GS: IT’S A MUCH FREER COMMUNITY.
CL: And you know what, I’m so much more relaxed there (laughs). I don’t do well with “suits.” I really don’t. I don’t know what it is. I guess I have to back into therapy.
GS: OVER THE LAST COUPLE OF YEARS, YOU’VE BEEN ON SOME PRETTY SPECTACULAR TOURS. YOU’VE GONE FROM TOURING WITH TINA TURNER TO CHER. HOW DOES THAT FEEL?
CL: When I went on tour with Tina, I thought it was a great opportunity to promote the “Sisters Of Avalon” CD. It was a fabulous tour for me, except that her audience was much older. So, when I was talking about house music and deep house and I would look out in the audience, and these people, they don’t go to the clubs. So it became more like a stand-up (routine). It was a spectacular thing, because just touring with Tina alone was one of the most inspiring things. She’s got a great voice and every night when she would sing, she’d hit every freakin’ note. It’s pretty amazing. And I was sort of the big pregnant lady on tour (laughs). I used to wear the Iris Chacon outfits, because I figured I’m not going to wear a sack. I wore skin-tight latex. I figured, “Show the kid.” So me and the kid, on the inside, we’d go out there in foo-foo shoes and sing. Now, he’s on the outside, so it’s kind of peculiar.
GS: WHAT ABOUT THE CURRENT TOUR?
CL: This thing with Cher, the most remarkable thing is that I didn’t really want to go on a tour because I don’t have a full-fledged album. I just have this single coming out. I went on a few meetings and I felt like, well, “Do I really want to run right back into a corporate situation again?” Maybe I should just take a little bread. And then, when it came up a second time, and they said, “Come on, come on, this could be the biggest tour. You can do it, this is great, blah blah blah.” And I said, “Well, I’ve got the kid…but things started to become do-able. I decided to do the tour, and now, thinking about it, what I’m really knocked out about is two women (Turner and Cher) who people discounted, and who proved that it doesn’t matter how people see you, it’s how you see yourself. They came back with their strength and their longevity and they chose me to be with them because they feel that I have longevity, I guess. These are women who are remarkable, honestly, when you think about what they’ve done. And I know Cher, she’s a bit of a drag queen and I’m a bit of a drag queen. I’m right there with her. She’s an actress, she’s a singer. And I’m a singer’s singer, so I know she’s got a good voice, that one.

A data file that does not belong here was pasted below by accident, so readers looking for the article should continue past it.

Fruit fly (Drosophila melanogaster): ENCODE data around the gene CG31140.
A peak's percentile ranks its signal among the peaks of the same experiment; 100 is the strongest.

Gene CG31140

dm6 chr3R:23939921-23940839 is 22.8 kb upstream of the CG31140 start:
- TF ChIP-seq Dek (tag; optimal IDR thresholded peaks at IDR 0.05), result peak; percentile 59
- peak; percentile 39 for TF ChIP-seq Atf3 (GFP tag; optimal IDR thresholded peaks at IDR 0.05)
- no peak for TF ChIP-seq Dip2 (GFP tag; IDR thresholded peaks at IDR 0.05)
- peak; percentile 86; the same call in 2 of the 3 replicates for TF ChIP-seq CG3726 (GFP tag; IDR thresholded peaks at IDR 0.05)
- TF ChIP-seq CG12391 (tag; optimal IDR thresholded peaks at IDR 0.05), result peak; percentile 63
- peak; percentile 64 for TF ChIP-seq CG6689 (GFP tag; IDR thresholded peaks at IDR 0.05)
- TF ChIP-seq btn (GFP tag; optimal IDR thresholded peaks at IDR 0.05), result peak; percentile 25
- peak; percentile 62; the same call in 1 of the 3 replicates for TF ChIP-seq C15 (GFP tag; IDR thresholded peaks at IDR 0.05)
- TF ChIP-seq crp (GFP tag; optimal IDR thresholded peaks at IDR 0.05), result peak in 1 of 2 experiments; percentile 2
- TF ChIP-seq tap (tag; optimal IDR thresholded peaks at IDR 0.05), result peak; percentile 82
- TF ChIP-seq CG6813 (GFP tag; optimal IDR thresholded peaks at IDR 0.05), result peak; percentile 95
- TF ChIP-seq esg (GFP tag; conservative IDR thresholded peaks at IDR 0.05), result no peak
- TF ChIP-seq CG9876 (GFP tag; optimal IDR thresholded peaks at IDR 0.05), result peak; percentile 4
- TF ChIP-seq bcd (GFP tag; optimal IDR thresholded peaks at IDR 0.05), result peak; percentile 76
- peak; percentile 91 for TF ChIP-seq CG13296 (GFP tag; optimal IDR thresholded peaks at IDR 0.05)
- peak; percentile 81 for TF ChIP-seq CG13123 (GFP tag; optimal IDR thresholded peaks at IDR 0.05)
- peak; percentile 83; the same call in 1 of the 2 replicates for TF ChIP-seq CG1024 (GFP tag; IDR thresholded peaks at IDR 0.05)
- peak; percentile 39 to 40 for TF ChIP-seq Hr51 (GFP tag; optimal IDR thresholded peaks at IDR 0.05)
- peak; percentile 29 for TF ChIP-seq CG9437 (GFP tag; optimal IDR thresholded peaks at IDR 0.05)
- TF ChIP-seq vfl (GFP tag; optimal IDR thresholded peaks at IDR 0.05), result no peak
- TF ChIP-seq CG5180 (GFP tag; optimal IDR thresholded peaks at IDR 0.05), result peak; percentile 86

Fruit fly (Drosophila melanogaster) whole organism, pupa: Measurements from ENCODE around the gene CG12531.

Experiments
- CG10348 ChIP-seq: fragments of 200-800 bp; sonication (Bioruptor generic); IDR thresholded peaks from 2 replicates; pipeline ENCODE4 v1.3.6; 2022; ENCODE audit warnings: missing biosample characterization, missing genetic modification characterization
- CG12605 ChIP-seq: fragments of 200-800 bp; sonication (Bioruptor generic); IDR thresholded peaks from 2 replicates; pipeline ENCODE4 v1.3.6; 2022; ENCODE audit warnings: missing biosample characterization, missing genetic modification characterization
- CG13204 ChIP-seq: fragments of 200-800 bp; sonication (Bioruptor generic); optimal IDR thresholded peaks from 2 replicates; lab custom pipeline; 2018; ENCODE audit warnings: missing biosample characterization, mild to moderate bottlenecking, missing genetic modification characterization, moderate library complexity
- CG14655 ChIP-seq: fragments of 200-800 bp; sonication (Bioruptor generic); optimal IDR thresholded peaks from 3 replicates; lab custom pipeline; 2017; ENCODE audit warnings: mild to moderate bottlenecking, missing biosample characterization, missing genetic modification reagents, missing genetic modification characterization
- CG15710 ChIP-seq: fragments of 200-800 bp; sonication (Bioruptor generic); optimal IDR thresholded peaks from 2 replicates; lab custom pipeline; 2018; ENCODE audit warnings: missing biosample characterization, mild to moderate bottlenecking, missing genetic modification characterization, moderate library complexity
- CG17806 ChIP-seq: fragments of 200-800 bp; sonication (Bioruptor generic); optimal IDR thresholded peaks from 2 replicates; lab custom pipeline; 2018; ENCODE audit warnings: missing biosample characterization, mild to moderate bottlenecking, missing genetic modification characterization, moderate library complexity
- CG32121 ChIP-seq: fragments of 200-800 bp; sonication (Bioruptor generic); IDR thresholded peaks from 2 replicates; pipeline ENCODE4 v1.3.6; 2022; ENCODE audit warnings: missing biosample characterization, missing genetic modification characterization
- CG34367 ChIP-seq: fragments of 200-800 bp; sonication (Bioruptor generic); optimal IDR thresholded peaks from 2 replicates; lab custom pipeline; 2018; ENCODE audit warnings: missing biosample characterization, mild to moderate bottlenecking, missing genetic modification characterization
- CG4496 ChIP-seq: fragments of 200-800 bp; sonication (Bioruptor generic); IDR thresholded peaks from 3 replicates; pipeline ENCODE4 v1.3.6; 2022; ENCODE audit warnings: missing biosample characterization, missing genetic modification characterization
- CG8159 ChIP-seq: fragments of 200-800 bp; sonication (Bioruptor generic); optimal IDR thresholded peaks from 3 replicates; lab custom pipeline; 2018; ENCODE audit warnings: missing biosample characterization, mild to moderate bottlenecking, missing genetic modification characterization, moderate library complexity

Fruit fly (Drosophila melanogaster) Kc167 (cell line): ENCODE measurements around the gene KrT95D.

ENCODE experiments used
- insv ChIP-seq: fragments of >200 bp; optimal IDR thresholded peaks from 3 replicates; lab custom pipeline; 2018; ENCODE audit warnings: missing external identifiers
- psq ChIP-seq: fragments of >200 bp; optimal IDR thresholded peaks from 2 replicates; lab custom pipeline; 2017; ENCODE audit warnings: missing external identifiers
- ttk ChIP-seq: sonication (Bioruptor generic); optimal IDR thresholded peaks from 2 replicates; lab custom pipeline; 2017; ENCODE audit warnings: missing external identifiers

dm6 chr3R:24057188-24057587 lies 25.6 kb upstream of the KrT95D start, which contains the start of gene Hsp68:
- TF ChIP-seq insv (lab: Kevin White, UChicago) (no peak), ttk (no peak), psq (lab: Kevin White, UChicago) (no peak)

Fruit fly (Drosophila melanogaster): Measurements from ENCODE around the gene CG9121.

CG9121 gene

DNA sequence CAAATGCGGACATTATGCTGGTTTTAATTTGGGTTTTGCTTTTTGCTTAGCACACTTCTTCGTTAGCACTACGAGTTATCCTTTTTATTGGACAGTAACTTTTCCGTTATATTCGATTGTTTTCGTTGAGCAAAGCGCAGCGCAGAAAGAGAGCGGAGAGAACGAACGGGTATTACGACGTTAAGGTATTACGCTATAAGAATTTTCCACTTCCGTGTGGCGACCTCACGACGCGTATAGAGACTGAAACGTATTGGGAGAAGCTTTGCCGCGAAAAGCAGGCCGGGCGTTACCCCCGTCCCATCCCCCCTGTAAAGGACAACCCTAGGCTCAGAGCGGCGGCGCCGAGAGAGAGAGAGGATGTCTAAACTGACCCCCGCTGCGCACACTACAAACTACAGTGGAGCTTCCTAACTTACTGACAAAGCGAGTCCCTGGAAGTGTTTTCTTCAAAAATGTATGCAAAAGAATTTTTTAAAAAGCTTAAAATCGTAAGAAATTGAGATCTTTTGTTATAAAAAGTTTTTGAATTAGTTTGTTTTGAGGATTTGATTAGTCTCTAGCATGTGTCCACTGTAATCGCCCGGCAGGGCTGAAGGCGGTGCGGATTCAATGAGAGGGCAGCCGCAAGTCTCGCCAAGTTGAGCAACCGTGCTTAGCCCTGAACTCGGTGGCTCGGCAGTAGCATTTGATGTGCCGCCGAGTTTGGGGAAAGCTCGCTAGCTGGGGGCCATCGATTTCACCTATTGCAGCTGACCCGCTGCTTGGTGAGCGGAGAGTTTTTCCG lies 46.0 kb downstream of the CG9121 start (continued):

GS: ABSOLUTELY. WHAT DID YOU THINK THE PHIL COLLINS’ COVER OR “TRUE COLORS?”
CL: It was interesting. They made it work. I don’t know how intimate it was, but they made it work. They took a lot of stuff from our arrangement that we originally did and they added more music. That song can’t take a lot of music. You start putting a lot of music on there and it turns corny real quick. With that kind of sentiment (in the song), I always feel I go against it. I tried to do it in a really intimate way, to come from a very pure and emotion place, kind of naked. For me, I had a friend who had just passed away, and it was about healing. It was a healing song. It wasn’t just for the world, although it was, it was also for me. It was personal thing that I did. The Phil Collins version, I don’t know if he got that deep, but it was a good and beautiful song. Certainly, Billy Steinberg and Tom Kelly wrote a beautiful song. However you use those songs to tell your story is your business.
GS: WHEN WE SPOKE A COUPLE OF YEARS AGO, I ASKED YOU ABOUT WHAT BROADWAY MUSICAL YOU WOULD WANT TO DO IF YOU COULD DO ONE. YOU ANSWERED “ANNIE GET YOUR GUN.” GERNADETTE PETERS IS NOW DOING IT ON BROADWAY. WHAT ARE THE CHANCES THAT YOU WILL GET TO PLAY ANNIE IN A NATIONAL TOUR?
CL: God bless Bernadette Peters. She just got a Tony (award) for it. I don’t think I’d do a national tour. I either do it on Broadway or I wouldn’t do it.
GS: ARE THERE ANY OTHER SHOWS YOU MIGHT CONSIDER DOING ON BROADWAY?
CL: Yes. I’ve been approached to do some stuff. I’ve got to think about it. Somebody came to me when the heard the “Sisters Of Avalon” CD and they were inspired and they have backing. It’s pretty amazing. But, I’m just trying to get this tour mounted and make sure that the music and how we look is right. It’s an amazing little group–four women and three guys–and the women play just as well as the men. I’m very excited. You don’t just want cute girls (in your band). They’re cute, but they also play.